Lung cancer and tobacco smoking in Crete, Greece: reflections from a population-based cancer registry from 1992 to 2013
C. Lionis 1,2
F. Koinis 3,2
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Clinic of Social and Family Medicine, School of Medicine, University of Crete, Heraklion, Greece
Cancer Registry of Crete, University of Crete, Heraklion, Greece
Department of Medical Oncology, School of Medicine, University of Crete, Heraklion, Greece
Department of Civil Engineering and Geomatics, Cyprus University of Technology, Limassol, Cyprus
Department of Thoracic Medicine, School of Medicine, University of Crete, Heraklion, Greece
Submission date: 2016-11-30
Acceptance date: 2017-01-13
Publication date: 2017-01-19
Corresponding author
D. Sifaki-Pistolla   

Clinic of Social and Family Medicine, School of Medicine, University of Crete, P.O. Box 2208, 71003, Heraklion, Crete, Greece
Tob. Induc. Dis. 2017;15(January):6
The Cancer Registry of Crete is a regional population database that collects cancer morbidity/mortality data along with several risk factors. The current study assessed the geographical variation of lung cancer among ever and never smokers in Crete during the last 20 years.

Lung cancer patient records (1992–2013) including information on medical history and smoking habits were obtained from the Cancer Registry of Crete. Age-Adjusted Incidence Rates (AAIR), prevalence of smoking among lung cancer patients and the Population-Attributable Fraction (PAF%) of tobacco smoking were estimated. Kaplan-Meier curves, grouped per smoking status were constructed, and spatio-temporal analyses were carried out to assess the geographical variations of lung cancer and smoking (a = 0.05).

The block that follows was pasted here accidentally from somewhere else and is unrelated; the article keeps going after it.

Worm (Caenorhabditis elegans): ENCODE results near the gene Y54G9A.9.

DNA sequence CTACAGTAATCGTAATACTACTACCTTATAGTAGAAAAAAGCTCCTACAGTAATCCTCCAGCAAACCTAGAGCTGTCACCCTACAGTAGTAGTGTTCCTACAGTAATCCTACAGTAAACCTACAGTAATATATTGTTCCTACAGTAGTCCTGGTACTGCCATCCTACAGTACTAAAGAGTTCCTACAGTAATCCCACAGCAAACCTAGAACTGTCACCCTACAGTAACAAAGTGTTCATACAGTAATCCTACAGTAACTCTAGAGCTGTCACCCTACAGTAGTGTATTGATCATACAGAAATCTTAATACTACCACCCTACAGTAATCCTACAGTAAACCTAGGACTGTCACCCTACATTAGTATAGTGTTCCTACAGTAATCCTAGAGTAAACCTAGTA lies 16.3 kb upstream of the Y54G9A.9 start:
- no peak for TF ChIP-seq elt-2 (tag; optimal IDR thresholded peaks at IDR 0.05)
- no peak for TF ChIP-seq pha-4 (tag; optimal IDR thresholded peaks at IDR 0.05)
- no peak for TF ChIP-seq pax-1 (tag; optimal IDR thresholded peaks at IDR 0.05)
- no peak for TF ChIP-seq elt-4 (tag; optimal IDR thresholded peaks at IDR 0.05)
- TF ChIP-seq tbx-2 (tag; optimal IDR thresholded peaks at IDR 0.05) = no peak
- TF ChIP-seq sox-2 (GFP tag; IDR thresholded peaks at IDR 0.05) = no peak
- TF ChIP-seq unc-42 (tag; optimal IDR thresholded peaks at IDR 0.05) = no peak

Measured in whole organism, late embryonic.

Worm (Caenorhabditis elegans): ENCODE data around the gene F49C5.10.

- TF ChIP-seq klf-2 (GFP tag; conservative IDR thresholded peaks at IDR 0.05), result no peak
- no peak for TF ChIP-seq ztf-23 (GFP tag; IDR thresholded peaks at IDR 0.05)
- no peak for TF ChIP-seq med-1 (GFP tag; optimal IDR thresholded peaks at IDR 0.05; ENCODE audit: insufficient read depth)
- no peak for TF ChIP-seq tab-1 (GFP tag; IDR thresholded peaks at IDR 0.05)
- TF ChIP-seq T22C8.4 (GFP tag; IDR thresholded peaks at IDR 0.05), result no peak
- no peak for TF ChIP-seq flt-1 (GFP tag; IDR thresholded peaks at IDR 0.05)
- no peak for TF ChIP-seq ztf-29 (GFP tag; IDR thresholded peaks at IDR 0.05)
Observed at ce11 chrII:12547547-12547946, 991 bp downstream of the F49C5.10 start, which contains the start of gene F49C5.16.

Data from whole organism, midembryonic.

New lung cancer cases in Crete accounted for 9% of all cancers (AAIRboth genders = 40.2/100,000/year, AAIRmales = 73.1/100,000/year, AAIRfemales = 11.8/100,000/year). Ever smokers presented significantly higher incidence compared to ex-smokers (p = 0.02) and never smokers (p < 0.001). The highest increase was observed in ever smokers (AAIR1992 = 19.2/100,000/year, AAIR2013 = 25.4/100,000/year, p = 0.03), while never smokers presented the lowest increase from 1992 to 2013 (AAIR1992 = 5.3/100,000/year, AAIR2013 = 6.8/100,000/year, p = 0.2). The PAF% of lung cancer mortality is 86% for both genders (males: 89%, females: 78%). AAIRs ranged from 25 to 50/100,000/year, while significant geographical differences were observed among the municipalities of Crete (p = 0.02). Smokers living in the south-east urban regions presented higher risk of dying from lung cancer (RR = 2.2; 95%CI = 1.3–3.5).

The constant increase of lung cancer rates among both genders, especially in females, outlines the need for targeted, geographically-oriented, life-style preventive measures. Design of population-based screening programs, tobacco awareness campaigns and smoking cessation programs in lung cancer hot spots could be guide by these findings.

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